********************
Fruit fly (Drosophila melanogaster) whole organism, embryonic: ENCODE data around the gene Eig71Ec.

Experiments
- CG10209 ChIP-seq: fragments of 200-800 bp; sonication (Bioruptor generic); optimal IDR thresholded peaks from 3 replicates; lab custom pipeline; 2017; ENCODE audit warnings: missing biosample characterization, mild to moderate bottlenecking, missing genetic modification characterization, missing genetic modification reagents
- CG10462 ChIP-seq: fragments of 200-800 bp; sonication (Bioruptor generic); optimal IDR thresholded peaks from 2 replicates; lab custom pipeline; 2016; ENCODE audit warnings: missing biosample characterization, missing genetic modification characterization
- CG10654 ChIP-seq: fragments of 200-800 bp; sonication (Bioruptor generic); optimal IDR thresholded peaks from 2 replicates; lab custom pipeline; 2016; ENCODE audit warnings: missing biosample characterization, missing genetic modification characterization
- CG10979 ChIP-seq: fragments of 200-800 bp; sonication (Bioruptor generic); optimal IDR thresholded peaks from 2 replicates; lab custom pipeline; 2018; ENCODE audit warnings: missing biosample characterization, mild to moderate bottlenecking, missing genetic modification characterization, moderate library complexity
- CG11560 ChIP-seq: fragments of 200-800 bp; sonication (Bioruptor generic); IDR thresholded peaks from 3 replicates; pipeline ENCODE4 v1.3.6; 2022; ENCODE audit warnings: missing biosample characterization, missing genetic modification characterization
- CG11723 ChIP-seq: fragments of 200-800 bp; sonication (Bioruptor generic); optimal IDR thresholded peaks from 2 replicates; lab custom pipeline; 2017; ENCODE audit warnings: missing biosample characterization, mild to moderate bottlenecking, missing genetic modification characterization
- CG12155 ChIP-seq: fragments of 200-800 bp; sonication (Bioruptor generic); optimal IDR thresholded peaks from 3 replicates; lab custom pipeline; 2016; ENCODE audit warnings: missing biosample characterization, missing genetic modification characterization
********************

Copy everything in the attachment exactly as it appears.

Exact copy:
Fruit fly (Drosophila melanogaster) whole organism, embryonic: ENCODE data around the gene Eig71Ec.

Experiments
- CG10209 ChIP-seq: fragments of 200-800 bp; sonication (Bioruptor generic); optimal IDR thresholded peaks from 3 replicates; lab custom pipeline; 2017; ENCODE audit warnings: missing biosample characterization, mild to moderate bottlenecking, missing genetic modification characterization, missing genetic modification reagents
- CG10462 ChIP-seq: fragments of 200-800 bp; sonication (Bioruptor generic); optimal IDR thresholded peaks from 2 replicates; lab custom pipeline; 2016; ENCODE audit warnings: missing biosample characterization, missing genetic modification characterization
- CG10654 ChIP-seq: fragments of 200-800 bp; sonication (Bioruptor generic); optimal IDR thresholded peaks from 2 replicates; lab custom pipeline; 2016; ENCODE audit warnings: missing biosample characterization, missing genetic modification characterization
- CG10979 ChIP-seq: fragments of 200-800 bp; sonication (Bioruptor generic); optimal IDR thresholded peaks from 2 replicates; lab custom pipeline; 2018; ENCODE audit warnings: missing biosample characterization, mild to moderate bottlenecking, missing genetic modification characterization, moderate library complexity
- CG11560 ChIP-seq: fragments of 200-800 bp; sonication (Bioruptor generic); IDR thresholded peaks from 3 replicates; pipeline ENCODE4 v1.3.6; 2022; ENCODE audit warnings: missing biosample characterization, missing genetic modification characterization
- CG11723 ChIP-seq: fragments of 200-800 bp; sonication (Bioruptor generic); optimal IDR thresholded peaks from 2 replicates; lab custom pipeline; 2017; ENCODE audit warnings: missing biosample characterization, mild to moderate bottlenecking, missing genetic modification characterization
- CG12155 ChIP-seq: fragments of 200-800 bp; sonication (Bioruptor generic); optimal IDR thresholded peaks from 3 replicates; lab custom pipeline; 2016; ENCODE audit warnings: missing biosample characterization, missing genetic modification characterization